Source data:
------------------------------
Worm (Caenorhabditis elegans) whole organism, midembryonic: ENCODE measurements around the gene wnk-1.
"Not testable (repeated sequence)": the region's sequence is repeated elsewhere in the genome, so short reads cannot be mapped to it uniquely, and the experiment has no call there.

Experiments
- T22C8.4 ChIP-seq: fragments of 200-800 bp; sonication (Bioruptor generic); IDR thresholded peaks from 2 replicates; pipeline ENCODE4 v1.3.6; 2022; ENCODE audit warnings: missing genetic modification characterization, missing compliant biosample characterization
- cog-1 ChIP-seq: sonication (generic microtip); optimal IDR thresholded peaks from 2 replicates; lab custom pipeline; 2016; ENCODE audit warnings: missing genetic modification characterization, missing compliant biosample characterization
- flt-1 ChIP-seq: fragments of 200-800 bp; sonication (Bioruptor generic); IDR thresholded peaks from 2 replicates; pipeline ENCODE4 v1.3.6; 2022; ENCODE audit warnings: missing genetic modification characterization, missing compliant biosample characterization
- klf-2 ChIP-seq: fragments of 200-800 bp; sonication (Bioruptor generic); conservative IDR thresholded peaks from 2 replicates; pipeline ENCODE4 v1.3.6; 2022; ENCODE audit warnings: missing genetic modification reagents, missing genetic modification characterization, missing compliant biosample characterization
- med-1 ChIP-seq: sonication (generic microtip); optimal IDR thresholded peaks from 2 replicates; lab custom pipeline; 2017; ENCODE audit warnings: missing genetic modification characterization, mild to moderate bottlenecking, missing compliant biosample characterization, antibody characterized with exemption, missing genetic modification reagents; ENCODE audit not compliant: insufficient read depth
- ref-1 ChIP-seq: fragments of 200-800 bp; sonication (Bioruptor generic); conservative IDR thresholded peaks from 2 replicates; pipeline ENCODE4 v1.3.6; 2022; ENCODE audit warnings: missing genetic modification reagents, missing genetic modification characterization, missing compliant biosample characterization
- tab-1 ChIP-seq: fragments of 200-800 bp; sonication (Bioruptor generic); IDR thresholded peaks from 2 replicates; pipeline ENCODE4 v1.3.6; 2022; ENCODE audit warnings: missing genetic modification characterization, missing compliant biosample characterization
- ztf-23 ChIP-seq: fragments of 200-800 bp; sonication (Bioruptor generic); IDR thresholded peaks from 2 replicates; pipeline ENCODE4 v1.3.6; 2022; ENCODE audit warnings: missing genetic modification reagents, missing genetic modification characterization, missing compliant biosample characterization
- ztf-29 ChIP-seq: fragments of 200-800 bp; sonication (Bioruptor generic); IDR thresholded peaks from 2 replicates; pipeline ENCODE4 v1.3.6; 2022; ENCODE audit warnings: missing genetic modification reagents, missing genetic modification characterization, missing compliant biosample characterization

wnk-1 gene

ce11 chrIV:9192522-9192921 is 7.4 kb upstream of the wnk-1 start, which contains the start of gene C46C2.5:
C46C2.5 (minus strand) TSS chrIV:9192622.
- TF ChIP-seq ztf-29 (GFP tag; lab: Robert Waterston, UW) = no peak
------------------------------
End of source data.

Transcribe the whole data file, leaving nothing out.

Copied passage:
Worm (Caenorhabditis elegans) whole organism, midembryonic: ENCODE measurements around the gene wnk-1.
"Not testable (repeated sequence)": the region's sequence is repeated elsewhere in the genome, so short reads cannot be mapped to it uniquely, and the experiment has no call there.

Experiments
- T22C8.4 ChIP-seq: fragments of 200-800 bp; sonication (Bioruptor generic); IDR thresholded peaks from 2 replicates; pipeline ENCODE4 v1.3.6; 2022; ENCODE audit warnings: missing genetic modification characterization, missing compliant biosample characterization
- cog-1 ChIP-seq: sonication (generic microtip); optimal IDR thresholded peaks from 2 replicates; lab custom pipeline; 2016; ENCODE audit warnings: missing genetic modification characterization, missing compliant biosample characterization
- flt-1 ChIP-seq: fragments of 200-800 bp; sonication (Bioruptor generic); IDR thresholded peaks from 2 replicates; pipeline ENCODE4 v1.3.6; 2022; ENCODE audit warnings: missing genetic modification characterization, missing compliant biosample characterization
- klf-2 ChIP-seq: fragments of 200-800 bp; sonication (Bioruptor generic); conservative IDR thresholded peaks from 2 replicates; pipeline ENCODE4 v1.3.6; 2022; ENCODE audit warnings: missing genetic modification reagents, missing genetic modification characterization, missing compliant biosample characterization
- med-1 ChIP-seq: sonication (generic microtip); optimal IDR thresholded peaks from 2 replicates; lab custom pipeline; 2017; ENCODE audit warnings: missing genetic modification characterization, mild to moderate bottlenecking, missing compliant biosample characterization, antibody characterized with exemption, missing genetic modification reagents; ENCODE audit not compliant: insufficient read depth
- ref-1 ChIP-seq: fragments of 200-800 bp; sonication (Bioruptor generic); conservative IDR thresholded peaks from 2 replicates; pipeline ENCODE4 v1.3.6; 2022; ENCODE audit warnings: missing genetic modification reagents, missing genetic modification characterization, missing compliant biosample characterization
- tab-1 ChIP-seq: fragments of 200-800 bp; sonication (Bioruptor generic); IDR thresholded peaks from 2 replicates; pipeline ENCODE4 v1.3.6; 2022; ENCODE audit warnings: missing genetic modification characterization, missing compliant biosample characterization
- ztf-23 ChIP-seq: fragments of 200-800 bp; sonication (Bioruptor generic); IDR thresholded peaks from 2 replicates; pipeline ENCODE4 v1.3.6; 2022; ENCODE audit warnings: missing genetic modification reagents, missing genetic modification characterization, missing compliant biosample characterization
- ztf-29 ChIP-seq: fragments of 200-800 bp; sonication (Bioruptor generic); IDR thresholded peaks from 2 replicates; pipeline ENCODE4 v1.3.6; 2022; ENCODE audit warnings: missing genetic modification reagents, missing genetic modification characterization, missing compliant biosample characterization

wnk-1 gene

ce11 chrIV:9192522-9192921 is 7.4 kb upstream of the wnk-1 start, which contains the start of gene C46C2.5:
C46C2.5 (minus strand) TSS chrIV:9192622.
- TF ChIP-seq ztf-29 (GFP tag; lab: Robert Waterston, UW) = no peak